Entrepreneurial Mistakes

Being in business for 14 years has taught me much and I have had to learn many lessons the hard way my way of giving back is to hopefully prevent you from making some of the same mistakes I made and expedite your journey to success.

Here are my Top 10 Mistakes I feel new inventors / entrepreneurs make when starting their new venture and ways to avoid them.

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1. Not believing in yourself.

This is crucial to any successful venture. If you do not believe in yourself who will? Dont let self doubt get you down, believe you can make it happen and you will.

2. Not doing enough homework prior to launching a product.

The last thing someone wants to do when introducing a new product to market is to put all of the leg work into it just to find out that the product already exists or there are patents on a similar concept that may cause problems down the road. Follow the necessary steps in market research prior to investing the first $1.00 into your business.

3. Plan too big too early.

It is great to dream big! But planning to be too big too early can cause major problems for a new product or new business. Starting small and setting realistic goals to get to that bigger goal is key always keep the bigger picture in mind but take it on in small chunks to get there.

4. Underestimating the cost of starting their venture.

While my specialty is starting a business on a shoestring budget, it is still important to calculate the actual cost of start up list all of the things needed prior to selling product number one and be sure you can cover those cost. It does not need to be expensive to start a business, but you must plan accurately no matter what your start up budget is to ensure you do not crash and burn financially before you even launch.

5. Getting involved with the wrong people.

It is important to start a business with people or businesses that you can trust! All too often inexperienced entrepreneurs eager to see their product become a reality take offers from people promising to help them when the only interest they have is their own bottom line. Check and double check everyone you decide to do business with. I can not stress how important this is.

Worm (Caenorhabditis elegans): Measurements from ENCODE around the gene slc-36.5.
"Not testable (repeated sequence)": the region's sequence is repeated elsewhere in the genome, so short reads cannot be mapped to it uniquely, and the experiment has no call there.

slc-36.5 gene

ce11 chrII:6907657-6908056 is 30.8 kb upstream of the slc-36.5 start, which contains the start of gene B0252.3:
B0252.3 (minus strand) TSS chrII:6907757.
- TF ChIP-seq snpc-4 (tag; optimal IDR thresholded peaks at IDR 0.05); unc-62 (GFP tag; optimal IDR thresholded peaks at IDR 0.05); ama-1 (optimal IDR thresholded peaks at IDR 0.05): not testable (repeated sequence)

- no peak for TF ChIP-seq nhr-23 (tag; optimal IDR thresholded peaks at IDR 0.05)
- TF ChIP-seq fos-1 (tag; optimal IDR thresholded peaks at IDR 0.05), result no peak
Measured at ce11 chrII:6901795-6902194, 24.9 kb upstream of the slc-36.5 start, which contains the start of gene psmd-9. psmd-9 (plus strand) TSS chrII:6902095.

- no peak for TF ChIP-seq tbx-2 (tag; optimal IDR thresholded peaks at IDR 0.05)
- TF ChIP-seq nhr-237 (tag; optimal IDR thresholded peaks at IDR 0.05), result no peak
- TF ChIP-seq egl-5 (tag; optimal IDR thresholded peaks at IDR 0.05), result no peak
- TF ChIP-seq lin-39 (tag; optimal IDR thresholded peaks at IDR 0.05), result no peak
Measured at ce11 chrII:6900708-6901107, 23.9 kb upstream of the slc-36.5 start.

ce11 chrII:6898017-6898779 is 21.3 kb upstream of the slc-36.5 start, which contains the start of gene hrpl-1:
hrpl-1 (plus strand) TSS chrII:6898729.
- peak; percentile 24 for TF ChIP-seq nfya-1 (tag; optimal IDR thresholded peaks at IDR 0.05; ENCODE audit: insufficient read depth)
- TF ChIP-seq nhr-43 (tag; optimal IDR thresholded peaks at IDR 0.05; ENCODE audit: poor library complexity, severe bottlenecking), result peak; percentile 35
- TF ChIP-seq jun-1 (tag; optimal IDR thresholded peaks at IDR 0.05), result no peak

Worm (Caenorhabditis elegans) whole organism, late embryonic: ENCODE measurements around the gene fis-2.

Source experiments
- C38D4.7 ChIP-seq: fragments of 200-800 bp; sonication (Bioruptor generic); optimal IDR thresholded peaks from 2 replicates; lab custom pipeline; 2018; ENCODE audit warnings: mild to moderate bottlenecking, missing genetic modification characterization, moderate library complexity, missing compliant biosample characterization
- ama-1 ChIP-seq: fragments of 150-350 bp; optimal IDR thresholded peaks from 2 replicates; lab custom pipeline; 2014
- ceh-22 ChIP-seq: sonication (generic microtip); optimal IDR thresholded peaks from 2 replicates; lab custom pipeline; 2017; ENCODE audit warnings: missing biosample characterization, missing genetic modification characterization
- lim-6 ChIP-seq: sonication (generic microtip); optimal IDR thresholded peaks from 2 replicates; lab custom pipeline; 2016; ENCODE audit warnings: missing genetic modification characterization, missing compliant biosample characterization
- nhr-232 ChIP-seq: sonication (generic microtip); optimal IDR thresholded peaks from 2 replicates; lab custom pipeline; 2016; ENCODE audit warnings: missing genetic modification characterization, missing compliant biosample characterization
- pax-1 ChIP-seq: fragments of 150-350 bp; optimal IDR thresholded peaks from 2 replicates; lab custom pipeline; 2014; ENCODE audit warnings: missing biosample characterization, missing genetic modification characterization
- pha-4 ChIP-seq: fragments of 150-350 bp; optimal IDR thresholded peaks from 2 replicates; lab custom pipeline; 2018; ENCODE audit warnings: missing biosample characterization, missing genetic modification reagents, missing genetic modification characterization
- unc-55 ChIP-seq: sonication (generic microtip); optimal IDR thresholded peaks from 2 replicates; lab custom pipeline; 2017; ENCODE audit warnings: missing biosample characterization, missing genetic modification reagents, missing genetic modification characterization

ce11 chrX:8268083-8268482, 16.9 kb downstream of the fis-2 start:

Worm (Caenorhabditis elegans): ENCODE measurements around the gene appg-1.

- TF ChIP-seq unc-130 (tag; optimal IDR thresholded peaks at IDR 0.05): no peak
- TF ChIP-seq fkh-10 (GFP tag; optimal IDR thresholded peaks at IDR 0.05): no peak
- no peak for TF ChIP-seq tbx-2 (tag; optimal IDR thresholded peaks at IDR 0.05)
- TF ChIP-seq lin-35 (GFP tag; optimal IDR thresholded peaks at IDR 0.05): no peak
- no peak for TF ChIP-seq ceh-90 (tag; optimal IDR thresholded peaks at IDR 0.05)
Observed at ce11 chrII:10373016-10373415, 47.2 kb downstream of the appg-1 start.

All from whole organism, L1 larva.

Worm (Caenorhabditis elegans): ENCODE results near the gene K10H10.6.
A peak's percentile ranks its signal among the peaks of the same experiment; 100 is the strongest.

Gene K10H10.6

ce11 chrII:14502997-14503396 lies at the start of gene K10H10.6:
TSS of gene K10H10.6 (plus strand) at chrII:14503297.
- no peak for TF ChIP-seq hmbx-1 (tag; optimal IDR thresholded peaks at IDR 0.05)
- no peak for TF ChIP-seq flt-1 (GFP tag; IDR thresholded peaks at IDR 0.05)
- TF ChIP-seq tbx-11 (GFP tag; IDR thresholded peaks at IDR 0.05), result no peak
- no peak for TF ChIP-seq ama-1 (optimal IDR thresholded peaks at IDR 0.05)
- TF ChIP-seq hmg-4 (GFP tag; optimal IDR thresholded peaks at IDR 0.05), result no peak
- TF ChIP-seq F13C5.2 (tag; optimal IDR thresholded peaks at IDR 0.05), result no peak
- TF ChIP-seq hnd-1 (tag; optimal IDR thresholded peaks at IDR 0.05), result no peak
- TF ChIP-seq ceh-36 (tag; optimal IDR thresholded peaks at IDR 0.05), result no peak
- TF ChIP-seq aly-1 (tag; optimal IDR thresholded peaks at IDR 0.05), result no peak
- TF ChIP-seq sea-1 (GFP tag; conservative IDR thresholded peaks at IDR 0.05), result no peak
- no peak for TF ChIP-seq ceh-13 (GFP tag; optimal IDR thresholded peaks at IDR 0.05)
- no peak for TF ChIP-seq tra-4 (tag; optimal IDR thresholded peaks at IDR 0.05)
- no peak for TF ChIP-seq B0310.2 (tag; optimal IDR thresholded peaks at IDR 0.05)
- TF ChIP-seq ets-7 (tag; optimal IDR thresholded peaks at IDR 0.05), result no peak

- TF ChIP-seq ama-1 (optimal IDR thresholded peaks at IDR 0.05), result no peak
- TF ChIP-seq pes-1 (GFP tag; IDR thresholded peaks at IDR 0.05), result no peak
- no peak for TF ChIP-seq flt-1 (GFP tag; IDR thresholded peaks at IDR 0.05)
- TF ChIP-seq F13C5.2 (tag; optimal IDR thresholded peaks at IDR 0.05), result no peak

6. Not taking intellectual property seriously

If you have a product you are launching and have not done a thorough patent search you could wind up on the opposite end of a lawsuit and that is not a place you want to be. Be diligent in finding out if what you have already exists. And never assume your idea will not garner interest from others and be copied protect your intellectual property by using a good patent attorney who fully understands your product and concept and can research and file your intellectual property accurately.

7. Ignoring the business aspects involved in bringing a product to market

It is one thing to have passion, another thing to have a great idea, but you need to have some business skills to make that passion and great idea work for you. If you are going to be the idea person and the CEO of your own company educate yourself on how to run a small business and at least understand the basics so that you can make your idea a reality without costly business mistakes.

8. Not understanding financials and profit margins

To be in business and stay in business you need to be profitable, or at best make enough money to stay in business while your business grows. Understanding how to read an income statement to gauge how much is being spent and how much is being made is crucial. And if you intend to grow organically by funding yourself, generating enough profit to reinvest in yourself is key to your success.

9. Fearing failure!

There are no true failures in business unless you throw in the towel and quit. It is certain that new ventures will have set backs, hurdles and roadblocks but how you look at them is key.

10. Trying to do everything and control everything alone.

As a start up it is typical that the inventor / founder wear all of the hats in he beginning. However, there comes a time when those hats can be and should be shared with others when financially feasible. Trying to control all aspects of a business or have your hands in everything could lead to burn out and contribute to everything being done halfway and nothing being done to 100%

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Posted in Business Service Post Date 12/04/2016